305-17 Dinosaur Canyon Tectonosequence: The Non-Marine TRIASSIC – Jurassic BOUNDARY, NORTH American Apparent Polar Wander, and Camp Emplacement

Poster Number 155

See more from this Division: General Discipline Sessions
See more from this Session: Stratigraphy (Posters)

Wednesday, 8 October 2008
George R. Brown Convention Center, Exhibit Hall E

John E. Marzolf1, Maureen B. Steiner2, Bruce Cornet3 and Drew T. Downs1, (1)Department of Geology, Southern Illinois University, Carbondale, IL
(2)Geology & Geophysics, University of Wyoming, Laramie, WY
(3)El Paso, TX
Jurassic boundary lies within conformable, non-marine strata of the Dinosaur Canyon tectonosequence (DCt) of the southern Colorado Plateau. The DCt is bounded below by an unconformity, U-Crp, at the base of the Dinosaur Canyon Member of the Moenave Formation or the base of the Rock Point Member of the Chinle Formation. The upper sequence boundary, U-Mwp, lies within the upper Whitmore Point Member or the basal Springdale Sandstone Member of the Moenave Formation. The late Triassic to Early Jurassic westward excursion of North America interpreted from the low-latitude North American apparent polar wander, NA APW, path is interpreted from pole positions obtained from the DCt. New magnetostratigraphic data indicate that the J-1 cusp of the low-latitude NA APW path lies within the U-Mwp hiatus. Based on revised interpretations of pollen ages in the Whitmore Point Member of the Moenave Formation, the J-1 cusp is no older than late Hettangian.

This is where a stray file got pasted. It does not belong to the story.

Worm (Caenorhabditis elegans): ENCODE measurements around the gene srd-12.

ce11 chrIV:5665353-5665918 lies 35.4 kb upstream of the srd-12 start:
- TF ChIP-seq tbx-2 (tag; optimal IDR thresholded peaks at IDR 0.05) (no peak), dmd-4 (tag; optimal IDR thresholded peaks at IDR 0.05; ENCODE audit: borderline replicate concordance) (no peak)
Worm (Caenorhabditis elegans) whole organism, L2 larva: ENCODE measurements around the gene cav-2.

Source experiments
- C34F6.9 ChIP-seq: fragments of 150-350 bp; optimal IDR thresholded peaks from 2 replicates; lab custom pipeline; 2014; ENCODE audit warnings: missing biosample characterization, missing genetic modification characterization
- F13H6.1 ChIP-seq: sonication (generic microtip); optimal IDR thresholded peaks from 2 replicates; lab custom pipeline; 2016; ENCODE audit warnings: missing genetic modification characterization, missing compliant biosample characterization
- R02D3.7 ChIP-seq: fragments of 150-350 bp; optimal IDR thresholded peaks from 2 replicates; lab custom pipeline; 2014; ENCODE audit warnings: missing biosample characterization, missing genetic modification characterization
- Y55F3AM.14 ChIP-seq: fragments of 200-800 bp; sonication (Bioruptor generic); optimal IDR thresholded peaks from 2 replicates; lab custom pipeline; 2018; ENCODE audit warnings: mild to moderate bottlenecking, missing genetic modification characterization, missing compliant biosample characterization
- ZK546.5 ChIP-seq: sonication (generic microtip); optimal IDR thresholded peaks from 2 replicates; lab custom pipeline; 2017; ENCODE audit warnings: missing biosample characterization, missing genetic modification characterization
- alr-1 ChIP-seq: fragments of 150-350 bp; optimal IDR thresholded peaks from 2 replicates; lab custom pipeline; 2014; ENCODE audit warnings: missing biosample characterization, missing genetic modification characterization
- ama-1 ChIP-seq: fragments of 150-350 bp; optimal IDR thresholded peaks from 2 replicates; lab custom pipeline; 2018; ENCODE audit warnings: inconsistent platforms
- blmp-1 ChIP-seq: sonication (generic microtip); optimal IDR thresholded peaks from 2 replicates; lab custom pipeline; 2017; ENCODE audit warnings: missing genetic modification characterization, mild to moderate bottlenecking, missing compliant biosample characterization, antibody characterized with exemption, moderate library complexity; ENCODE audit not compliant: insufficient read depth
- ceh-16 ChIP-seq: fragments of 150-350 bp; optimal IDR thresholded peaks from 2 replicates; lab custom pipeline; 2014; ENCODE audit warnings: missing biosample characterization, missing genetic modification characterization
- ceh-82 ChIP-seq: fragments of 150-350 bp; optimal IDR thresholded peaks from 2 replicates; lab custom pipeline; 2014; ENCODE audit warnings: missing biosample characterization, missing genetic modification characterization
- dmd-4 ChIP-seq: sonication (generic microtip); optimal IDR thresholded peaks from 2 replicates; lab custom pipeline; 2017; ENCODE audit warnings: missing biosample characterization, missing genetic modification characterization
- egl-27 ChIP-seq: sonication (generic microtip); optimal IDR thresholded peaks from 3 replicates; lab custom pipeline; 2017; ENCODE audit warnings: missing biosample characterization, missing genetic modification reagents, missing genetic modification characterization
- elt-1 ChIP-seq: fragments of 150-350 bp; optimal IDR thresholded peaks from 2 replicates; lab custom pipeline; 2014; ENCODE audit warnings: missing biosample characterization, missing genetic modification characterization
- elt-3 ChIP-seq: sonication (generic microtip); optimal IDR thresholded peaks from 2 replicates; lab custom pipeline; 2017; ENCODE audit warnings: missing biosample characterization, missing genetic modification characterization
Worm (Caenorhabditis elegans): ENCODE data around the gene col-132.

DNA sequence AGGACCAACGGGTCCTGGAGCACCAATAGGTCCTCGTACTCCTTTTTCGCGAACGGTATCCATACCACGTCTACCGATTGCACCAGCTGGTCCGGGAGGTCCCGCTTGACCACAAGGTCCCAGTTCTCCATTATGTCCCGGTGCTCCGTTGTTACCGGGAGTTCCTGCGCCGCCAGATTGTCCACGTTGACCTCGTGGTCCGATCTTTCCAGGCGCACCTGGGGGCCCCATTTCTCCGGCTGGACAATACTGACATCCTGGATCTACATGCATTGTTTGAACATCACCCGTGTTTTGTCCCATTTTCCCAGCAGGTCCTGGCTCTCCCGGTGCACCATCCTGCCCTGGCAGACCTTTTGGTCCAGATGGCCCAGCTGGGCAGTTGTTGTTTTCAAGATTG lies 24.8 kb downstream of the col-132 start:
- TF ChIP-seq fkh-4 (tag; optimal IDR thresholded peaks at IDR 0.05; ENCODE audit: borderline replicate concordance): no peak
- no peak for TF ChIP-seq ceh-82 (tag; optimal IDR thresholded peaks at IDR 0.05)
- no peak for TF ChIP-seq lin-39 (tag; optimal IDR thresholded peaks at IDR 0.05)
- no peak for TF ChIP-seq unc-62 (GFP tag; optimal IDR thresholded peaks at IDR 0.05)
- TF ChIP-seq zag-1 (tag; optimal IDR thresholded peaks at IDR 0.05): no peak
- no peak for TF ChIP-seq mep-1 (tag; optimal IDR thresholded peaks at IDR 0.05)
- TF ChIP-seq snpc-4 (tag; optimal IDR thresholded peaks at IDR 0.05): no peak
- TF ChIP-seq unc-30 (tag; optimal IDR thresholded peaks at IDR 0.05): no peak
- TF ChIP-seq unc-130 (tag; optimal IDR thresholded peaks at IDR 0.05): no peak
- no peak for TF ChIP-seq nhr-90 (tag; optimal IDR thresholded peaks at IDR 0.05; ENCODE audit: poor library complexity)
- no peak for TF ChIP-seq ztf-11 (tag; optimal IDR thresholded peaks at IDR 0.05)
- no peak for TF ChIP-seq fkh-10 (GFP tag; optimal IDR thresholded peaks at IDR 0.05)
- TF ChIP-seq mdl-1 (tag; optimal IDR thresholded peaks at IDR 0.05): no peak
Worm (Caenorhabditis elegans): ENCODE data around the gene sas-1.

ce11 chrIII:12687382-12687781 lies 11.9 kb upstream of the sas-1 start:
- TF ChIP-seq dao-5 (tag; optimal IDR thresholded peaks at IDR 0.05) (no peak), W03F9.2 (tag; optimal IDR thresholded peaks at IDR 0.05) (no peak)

Identification of the Triassic – Jurassic boundary near the base of the DCt: (1) invalidates J-0 of previous workers as the base of the Jurassic System; (2) establishes correlation of the DCt with the unconformity-bounded marine sequence at New York Canyon, Nevada, the proposed basal Jurassic GSSP; and (3) establishes correlation of the DCt with strata of the New Haven and Passaic formations of the Newark Supergroup and emplacement of the Central Atlantic Magmatic Province, CAMP. Correlation of the DCt with CAMP emplacement poses the possibility of a cause and effect relation between CAMP emplacement and coeval westward excursion of North America.

See more from this Division: General Discipline Sessions
See more from this Session: Stratigraphy (Posters)